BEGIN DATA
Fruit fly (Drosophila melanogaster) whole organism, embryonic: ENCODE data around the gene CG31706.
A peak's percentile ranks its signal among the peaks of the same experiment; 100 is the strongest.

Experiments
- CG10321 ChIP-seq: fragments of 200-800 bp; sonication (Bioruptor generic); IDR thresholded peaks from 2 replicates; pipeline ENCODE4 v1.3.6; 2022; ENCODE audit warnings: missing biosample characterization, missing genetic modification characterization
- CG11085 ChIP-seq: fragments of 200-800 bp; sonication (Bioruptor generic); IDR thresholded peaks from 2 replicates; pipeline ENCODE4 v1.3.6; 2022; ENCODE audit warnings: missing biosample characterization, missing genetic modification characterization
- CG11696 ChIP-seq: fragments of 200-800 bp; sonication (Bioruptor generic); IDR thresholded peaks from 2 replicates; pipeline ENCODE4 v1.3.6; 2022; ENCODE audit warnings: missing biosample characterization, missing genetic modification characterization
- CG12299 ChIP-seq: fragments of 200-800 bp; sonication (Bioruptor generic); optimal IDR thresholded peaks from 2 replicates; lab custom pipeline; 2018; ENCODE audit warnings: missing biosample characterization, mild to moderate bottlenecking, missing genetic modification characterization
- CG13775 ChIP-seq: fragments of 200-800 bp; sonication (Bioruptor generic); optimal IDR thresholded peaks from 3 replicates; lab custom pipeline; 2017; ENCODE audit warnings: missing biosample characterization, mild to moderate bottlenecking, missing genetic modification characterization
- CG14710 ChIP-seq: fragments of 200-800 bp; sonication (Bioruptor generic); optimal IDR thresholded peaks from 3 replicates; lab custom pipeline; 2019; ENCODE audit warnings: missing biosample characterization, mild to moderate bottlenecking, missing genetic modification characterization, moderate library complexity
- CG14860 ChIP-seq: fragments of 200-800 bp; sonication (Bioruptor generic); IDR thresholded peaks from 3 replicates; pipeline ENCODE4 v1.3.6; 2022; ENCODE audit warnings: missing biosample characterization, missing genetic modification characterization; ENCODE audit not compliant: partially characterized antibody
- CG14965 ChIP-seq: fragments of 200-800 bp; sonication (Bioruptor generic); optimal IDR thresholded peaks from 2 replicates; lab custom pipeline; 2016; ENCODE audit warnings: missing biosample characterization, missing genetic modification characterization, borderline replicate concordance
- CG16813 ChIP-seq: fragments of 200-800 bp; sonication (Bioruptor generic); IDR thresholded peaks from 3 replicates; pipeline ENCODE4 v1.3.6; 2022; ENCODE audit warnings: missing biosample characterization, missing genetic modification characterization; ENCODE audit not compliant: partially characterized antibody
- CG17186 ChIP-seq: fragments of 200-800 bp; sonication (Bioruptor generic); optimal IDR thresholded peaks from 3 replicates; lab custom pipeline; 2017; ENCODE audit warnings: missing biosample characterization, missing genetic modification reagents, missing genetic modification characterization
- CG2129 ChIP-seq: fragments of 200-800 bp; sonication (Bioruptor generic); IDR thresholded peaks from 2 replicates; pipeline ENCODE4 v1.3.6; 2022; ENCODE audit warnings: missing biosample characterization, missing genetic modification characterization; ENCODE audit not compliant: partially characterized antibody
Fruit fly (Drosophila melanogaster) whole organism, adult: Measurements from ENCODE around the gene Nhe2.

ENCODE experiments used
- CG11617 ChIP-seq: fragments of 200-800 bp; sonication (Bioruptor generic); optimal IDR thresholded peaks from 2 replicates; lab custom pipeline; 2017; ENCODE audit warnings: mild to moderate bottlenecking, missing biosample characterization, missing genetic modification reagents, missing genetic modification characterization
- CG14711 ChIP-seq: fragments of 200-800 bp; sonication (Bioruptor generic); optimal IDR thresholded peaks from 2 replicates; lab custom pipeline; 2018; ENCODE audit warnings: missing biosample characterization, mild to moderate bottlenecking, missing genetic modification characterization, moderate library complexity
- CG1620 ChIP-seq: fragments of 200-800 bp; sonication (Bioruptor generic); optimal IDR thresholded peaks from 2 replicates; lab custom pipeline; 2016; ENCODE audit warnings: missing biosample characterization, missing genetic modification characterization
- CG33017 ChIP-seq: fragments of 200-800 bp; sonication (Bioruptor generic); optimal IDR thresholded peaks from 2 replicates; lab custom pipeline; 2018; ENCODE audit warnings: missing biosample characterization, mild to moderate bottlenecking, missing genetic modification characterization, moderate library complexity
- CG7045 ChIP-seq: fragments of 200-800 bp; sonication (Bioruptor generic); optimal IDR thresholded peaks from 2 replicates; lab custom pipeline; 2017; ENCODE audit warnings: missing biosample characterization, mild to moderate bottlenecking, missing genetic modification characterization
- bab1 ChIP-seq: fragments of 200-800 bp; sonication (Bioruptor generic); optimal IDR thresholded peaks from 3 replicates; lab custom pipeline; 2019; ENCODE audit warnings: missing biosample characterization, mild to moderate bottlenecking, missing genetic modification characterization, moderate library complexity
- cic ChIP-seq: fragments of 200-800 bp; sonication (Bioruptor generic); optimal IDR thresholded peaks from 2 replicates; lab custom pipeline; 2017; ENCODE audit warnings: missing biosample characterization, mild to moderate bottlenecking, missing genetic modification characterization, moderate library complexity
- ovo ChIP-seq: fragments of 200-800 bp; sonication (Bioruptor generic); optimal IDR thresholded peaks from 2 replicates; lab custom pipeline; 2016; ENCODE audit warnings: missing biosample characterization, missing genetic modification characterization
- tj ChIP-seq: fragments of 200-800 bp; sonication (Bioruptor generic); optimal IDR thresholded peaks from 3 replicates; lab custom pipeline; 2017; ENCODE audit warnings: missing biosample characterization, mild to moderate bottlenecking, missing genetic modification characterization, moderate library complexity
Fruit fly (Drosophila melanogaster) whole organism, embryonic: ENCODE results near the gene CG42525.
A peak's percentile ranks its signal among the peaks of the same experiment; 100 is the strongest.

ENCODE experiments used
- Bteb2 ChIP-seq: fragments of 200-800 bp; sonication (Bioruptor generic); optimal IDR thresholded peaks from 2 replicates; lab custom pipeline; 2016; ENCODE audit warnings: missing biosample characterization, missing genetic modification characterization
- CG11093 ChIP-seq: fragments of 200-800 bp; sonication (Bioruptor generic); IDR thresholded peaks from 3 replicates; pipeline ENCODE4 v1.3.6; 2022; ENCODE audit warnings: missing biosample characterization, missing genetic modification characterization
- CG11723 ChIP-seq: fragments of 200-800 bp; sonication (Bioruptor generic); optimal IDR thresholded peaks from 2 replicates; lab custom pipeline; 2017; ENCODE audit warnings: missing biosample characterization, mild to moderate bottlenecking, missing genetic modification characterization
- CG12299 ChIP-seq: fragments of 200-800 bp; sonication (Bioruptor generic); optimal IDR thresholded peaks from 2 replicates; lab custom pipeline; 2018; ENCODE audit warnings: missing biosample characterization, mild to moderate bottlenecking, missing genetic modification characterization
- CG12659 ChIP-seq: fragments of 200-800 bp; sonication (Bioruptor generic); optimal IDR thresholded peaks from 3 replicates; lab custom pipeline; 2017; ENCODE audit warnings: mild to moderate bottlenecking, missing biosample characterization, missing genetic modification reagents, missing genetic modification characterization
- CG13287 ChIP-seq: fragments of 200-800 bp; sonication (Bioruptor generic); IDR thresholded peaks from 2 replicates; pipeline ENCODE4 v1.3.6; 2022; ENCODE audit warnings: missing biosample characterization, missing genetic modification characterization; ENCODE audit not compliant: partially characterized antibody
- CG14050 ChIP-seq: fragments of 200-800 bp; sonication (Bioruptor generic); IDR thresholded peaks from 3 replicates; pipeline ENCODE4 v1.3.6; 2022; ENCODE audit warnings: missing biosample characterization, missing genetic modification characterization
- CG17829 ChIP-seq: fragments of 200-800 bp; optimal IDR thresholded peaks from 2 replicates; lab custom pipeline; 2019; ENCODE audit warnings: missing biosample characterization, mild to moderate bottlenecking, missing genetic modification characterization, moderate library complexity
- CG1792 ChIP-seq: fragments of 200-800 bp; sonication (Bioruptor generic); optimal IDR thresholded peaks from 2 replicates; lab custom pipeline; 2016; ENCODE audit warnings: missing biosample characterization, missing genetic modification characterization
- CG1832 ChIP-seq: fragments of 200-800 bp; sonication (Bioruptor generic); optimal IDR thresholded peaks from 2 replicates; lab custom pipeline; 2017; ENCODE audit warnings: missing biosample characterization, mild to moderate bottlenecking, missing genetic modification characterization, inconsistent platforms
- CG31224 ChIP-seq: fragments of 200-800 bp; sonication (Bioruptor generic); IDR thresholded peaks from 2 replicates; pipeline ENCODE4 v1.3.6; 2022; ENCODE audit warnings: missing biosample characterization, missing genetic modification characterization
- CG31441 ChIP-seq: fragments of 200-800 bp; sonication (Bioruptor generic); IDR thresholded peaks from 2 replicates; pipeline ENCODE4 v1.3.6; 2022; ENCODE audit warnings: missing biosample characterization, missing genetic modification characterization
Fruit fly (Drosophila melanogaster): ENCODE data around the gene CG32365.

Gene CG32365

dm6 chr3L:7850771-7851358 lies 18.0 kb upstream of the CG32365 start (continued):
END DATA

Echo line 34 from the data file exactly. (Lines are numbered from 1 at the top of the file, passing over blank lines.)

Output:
- CG13287 ChIP-seq: fragments of 200-800 bp; sonication (Bioruptor generic); IDR thresholded peaks from 2 replicates; pipeline ENCODE4 v1.3.6; 2022; ENCODE audit warnings: missing biosample characterization, missing genetic modification characterization; ENCODE audit not compliant: partially characterized antibody